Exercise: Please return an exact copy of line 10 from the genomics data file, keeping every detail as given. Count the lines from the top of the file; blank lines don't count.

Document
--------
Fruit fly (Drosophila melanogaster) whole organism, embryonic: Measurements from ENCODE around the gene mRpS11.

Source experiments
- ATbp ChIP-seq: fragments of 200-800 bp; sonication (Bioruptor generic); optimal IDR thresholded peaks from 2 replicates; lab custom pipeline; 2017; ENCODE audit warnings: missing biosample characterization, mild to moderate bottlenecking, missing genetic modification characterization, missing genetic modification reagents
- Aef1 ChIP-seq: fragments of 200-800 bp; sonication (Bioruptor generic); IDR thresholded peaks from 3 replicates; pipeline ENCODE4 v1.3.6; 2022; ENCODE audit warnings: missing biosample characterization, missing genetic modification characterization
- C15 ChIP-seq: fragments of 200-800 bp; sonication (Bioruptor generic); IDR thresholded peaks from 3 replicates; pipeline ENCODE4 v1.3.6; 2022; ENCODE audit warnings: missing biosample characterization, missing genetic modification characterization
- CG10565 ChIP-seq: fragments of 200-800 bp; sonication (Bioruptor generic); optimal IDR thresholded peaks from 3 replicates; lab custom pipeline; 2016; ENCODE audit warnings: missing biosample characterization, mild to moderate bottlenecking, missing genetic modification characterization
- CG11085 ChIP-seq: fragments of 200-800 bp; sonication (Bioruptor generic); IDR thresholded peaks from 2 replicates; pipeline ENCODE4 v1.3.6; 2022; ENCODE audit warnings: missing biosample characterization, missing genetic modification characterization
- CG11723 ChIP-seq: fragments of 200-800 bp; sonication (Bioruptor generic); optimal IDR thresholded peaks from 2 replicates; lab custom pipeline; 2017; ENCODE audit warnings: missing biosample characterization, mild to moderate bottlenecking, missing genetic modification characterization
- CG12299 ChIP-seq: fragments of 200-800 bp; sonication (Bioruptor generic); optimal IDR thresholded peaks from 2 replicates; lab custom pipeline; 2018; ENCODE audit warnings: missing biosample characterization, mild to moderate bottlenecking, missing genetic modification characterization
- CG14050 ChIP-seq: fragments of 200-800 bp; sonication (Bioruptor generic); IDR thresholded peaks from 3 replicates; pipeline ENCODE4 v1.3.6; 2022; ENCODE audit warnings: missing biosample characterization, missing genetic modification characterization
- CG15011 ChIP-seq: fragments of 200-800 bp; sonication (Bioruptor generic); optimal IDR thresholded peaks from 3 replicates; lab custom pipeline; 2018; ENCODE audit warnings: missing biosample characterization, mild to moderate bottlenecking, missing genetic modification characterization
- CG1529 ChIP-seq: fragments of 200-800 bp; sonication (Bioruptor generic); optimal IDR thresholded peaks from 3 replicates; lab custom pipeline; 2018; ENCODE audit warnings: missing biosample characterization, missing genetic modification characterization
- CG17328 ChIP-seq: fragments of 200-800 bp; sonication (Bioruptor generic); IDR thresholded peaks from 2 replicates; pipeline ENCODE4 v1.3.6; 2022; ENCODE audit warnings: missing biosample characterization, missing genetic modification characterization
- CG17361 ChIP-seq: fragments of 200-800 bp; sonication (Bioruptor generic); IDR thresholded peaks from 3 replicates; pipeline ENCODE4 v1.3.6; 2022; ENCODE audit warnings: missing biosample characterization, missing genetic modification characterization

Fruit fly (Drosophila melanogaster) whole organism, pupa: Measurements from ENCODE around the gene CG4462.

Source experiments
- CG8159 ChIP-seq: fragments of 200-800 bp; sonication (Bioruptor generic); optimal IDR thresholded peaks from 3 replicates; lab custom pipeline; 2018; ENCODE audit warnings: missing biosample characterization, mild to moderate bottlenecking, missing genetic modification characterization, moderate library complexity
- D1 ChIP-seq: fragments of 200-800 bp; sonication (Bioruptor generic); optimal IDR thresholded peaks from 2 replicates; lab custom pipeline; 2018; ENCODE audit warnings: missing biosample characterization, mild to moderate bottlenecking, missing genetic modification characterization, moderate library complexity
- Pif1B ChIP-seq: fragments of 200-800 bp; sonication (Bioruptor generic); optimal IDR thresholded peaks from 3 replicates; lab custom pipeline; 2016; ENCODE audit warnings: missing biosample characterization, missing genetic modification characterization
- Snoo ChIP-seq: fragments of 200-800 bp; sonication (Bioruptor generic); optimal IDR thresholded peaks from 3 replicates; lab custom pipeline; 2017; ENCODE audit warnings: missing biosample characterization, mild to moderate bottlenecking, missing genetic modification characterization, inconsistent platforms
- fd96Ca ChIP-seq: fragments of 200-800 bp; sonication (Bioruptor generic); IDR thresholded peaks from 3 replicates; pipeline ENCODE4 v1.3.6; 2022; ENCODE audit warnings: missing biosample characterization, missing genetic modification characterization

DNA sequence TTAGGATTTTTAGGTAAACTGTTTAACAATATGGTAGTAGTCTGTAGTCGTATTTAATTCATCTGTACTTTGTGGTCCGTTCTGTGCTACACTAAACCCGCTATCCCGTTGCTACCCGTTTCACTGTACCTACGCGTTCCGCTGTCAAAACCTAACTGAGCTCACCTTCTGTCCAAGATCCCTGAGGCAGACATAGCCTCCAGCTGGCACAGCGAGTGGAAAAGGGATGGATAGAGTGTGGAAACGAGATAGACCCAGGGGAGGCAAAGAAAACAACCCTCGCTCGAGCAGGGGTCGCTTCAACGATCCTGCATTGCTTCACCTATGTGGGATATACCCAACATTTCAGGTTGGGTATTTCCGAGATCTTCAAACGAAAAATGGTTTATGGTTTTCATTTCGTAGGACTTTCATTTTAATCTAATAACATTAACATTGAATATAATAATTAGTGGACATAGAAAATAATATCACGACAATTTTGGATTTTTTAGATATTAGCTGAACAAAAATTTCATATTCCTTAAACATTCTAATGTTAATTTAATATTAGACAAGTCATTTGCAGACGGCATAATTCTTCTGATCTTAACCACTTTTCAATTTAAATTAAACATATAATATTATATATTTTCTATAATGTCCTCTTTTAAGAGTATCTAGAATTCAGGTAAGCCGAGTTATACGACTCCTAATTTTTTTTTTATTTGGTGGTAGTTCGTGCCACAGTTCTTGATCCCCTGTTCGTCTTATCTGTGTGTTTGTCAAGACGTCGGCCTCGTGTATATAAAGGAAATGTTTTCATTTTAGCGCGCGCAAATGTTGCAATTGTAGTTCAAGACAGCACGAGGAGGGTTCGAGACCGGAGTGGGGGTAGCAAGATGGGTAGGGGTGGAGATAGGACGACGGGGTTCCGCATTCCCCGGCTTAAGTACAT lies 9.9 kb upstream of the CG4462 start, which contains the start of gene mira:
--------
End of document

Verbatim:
- CG14050 ChIP-seq: fragments of 200-800 bp; sonication (Bioruptor generic); IDR thresholded peaks from 3 replicates; pipeline ENCODE4 v1.3.6; 2022; ENCODE audit warnings: missing biosample characterization, missing genetic modification characterization